TL;DR: There are no current, right now examples of DNA from a U.S. citizen, provided to a DNA testing company, then passed along in some way to a foreign power, being used maliciously. However, there are some risks available that may affect people seemingly unconnected, and there are current and developing technologies which make it possible to spoof biometrics in such a way that it could put you at risk in the future. Furthermore, there is no guarantee that the current law protecting you from genetic discrimination will stay in place.

Of course, this is all a bunch of what-ifs and hypotheticals. The same could be said that hypothetically, none of these things pan out, and everyone who has concerns are concerned over nothing.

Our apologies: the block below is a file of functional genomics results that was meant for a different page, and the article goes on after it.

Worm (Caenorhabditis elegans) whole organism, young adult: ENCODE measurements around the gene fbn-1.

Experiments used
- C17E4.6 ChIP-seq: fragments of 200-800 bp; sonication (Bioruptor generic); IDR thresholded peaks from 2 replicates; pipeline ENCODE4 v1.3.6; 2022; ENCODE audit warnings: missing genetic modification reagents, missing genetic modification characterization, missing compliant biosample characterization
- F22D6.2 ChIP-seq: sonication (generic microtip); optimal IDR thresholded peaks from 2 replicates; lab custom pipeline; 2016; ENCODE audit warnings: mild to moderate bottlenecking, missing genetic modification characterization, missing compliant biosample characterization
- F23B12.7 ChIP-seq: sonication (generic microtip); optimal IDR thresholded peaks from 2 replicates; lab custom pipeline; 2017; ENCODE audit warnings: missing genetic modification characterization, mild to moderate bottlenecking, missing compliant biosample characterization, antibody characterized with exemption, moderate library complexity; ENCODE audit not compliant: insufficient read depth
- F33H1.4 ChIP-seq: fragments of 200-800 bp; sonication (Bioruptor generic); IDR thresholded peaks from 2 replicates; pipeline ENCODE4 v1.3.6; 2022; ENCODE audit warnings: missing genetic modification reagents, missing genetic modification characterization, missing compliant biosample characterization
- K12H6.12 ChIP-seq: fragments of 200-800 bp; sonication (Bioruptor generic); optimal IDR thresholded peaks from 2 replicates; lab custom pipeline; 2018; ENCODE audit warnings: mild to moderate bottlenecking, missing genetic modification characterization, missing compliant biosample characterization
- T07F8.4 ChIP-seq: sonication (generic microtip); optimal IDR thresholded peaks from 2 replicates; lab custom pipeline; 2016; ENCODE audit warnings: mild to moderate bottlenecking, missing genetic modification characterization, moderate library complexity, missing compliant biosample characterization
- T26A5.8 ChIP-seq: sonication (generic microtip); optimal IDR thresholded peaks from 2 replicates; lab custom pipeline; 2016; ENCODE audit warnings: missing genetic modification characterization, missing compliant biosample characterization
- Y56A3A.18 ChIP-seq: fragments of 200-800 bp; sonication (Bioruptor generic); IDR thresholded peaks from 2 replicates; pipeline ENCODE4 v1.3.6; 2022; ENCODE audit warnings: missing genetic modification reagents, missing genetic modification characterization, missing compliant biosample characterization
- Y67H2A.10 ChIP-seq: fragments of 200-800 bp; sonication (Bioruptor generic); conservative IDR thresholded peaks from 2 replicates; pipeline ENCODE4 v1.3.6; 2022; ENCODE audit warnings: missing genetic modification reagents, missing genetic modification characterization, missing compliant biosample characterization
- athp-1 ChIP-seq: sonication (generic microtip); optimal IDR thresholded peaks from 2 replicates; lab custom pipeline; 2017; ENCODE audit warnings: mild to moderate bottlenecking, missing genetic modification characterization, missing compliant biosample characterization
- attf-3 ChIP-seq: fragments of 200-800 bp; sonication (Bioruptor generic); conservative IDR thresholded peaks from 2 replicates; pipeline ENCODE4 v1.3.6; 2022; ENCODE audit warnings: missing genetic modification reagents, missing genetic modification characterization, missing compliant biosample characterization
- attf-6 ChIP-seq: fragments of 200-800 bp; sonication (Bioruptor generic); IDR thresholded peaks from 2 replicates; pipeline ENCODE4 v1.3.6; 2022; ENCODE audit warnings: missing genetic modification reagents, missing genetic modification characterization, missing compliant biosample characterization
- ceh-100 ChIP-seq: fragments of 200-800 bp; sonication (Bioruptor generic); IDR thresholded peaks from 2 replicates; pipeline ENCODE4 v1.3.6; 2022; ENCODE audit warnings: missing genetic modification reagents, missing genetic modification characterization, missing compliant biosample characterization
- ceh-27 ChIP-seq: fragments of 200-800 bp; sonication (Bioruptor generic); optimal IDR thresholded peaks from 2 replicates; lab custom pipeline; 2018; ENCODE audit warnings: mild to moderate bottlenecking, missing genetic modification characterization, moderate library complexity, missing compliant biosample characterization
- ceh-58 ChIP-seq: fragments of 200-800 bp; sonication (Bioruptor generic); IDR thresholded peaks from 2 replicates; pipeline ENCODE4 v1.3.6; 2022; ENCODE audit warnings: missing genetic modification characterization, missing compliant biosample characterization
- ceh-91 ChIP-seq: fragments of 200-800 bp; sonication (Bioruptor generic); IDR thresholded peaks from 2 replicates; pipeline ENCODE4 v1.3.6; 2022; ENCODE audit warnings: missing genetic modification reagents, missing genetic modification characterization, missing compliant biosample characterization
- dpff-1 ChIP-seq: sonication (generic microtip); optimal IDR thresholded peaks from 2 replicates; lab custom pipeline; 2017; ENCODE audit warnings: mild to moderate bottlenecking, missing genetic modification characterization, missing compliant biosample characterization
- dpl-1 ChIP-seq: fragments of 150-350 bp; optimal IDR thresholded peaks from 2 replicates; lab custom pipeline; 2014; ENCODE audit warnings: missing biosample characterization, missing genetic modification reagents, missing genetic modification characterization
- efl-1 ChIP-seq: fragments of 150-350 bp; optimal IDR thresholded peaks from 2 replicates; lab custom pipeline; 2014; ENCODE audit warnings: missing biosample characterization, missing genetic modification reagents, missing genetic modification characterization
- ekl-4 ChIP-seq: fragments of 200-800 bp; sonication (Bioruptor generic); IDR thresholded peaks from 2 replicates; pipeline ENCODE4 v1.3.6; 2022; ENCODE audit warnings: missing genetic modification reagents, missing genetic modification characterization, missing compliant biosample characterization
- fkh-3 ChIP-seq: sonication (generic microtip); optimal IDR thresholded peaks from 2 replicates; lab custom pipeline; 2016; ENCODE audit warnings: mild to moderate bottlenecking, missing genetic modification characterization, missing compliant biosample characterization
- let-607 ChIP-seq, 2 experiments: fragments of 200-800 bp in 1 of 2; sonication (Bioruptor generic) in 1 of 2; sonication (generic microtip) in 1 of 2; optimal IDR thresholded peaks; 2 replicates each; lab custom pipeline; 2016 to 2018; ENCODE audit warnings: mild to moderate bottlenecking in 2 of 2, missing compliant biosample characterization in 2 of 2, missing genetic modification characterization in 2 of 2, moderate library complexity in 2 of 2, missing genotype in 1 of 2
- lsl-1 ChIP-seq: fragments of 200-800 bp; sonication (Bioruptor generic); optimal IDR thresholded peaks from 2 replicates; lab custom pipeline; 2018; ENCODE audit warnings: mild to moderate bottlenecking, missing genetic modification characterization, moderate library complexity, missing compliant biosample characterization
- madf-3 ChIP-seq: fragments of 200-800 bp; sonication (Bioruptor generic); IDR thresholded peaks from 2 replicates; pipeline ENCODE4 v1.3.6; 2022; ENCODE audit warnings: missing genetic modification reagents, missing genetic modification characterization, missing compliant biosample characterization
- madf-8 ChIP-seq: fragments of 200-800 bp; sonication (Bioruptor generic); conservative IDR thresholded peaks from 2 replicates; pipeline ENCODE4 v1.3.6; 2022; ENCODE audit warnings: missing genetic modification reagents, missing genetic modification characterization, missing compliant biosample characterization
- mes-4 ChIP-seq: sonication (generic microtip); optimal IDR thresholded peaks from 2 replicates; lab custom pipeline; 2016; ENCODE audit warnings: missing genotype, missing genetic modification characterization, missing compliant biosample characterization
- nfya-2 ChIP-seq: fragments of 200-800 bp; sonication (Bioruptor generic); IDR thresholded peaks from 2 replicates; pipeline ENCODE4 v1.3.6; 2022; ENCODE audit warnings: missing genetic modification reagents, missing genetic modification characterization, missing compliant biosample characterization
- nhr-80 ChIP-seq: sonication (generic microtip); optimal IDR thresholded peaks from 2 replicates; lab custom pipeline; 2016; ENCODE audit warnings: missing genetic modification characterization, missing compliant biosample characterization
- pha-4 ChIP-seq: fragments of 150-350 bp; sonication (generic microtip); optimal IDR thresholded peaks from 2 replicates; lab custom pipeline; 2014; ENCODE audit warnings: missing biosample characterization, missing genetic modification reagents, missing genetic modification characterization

To answer your indirect question of if there is any risk: like any exchange of personal or medical information, mind your Ps and Qs with whatever contracts or agreements you participate in, and make sure to read them thoroughly. Should the hypotheticals happen, these agreements are going to be what's analyzed should you sue or take any sort of legal action against the company. You'll want to make sure you pick a company with an agreement that you actually want to agree to.

Edit: to expand on an excellent additional point brought up by BobE, when considering which company you feel comfortable with, one thing to look into in their agreement (or other "official" statements) is what they do with the physical samples during and after processing. Furthermore, once the sample is processed, certain companies may only retain the information necessary for your request, while others may maintain all information retrieved, even if it will not be utilized. The best solution for this is to do your research on these matters as well, and keep in mind that their current policies may change.